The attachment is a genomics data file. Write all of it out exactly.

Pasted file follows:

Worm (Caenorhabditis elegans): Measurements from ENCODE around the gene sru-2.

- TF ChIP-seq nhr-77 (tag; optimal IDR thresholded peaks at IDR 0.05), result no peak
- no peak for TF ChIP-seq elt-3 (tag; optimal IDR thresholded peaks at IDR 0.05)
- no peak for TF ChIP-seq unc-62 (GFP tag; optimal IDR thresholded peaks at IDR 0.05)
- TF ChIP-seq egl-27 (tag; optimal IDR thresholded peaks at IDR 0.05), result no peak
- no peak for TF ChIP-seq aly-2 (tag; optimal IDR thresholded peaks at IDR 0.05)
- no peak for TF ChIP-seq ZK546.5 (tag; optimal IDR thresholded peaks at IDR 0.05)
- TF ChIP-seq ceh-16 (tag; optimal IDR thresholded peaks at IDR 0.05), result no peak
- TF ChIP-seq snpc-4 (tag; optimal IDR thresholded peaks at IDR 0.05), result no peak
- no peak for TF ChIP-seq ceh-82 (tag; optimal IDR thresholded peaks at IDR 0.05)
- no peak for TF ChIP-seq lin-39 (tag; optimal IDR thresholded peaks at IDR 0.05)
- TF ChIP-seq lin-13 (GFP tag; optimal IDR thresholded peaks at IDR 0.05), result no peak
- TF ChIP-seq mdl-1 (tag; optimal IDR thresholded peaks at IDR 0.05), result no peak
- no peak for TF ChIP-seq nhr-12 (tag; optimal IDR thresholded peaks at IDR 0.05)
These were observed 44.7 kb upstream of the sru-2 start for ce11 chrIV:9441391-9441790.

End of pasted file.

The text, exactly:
Worm (Caenorhabditis elegans): Measurements from ENCODE around the gene sru-2.

- TF ChIP-seq nhr-77 (tag; optimal IDR thresholded peaks at IDR 0.05), result no peak
- no peak for TF ChIP-seq elt-3 (tag; optimal IDR thresholded peaks at IDR 0.05)
- no peak for TF ChIP-seq unc-62 (GFP tag; optimal IDR thresholded peaks at IDR 0.05)
- TF ChIP-seq egl-27 (tag; optimal IDR thresholded peaks at IDR 0.05), result no peak
- no peak for TF ChIP-seq aly-2 (tag; optimal IDR thresholded peaks at IDR 0.05)
- no peak for TF ChIP-seq ZK546.5 (tag; optimal IDR thresholded peaks at IDR 0.05)
- TF ChIP-seq ceh-16 (tag; optimal IDR thresholded peaks at IDR 0.05), result no peak
- TF ChIP-seq snpc-4 (tag; optimal IDR thresholded peaks at IDR 0.05), result no peak
- no peak for TF ChIP-seq ceh-82 (tag; optimal IDR thresholded peaks at IDR 0.05)
- no peak for TF ChIP-seq lin-39 (tag; optimal IDR thresholded peaks at IDR 0.05)
- TF ChIP-seq lin-13 (GFP tag; optimal IDR thresholded peaks at IDR 0.05), result no peak
- TF ChIP-seq mdl-1 (tag; optimal IDR thresholded peaks at IDR 0.05), result no peak
- no peak for TF ChIP-seq nhr-12 (tag; optimal IDR thresholded peaks at IDR 0.05)
These were observed 44.7 kb upstream of the sru-2 start for ce11 chrIV:9441391-9441790.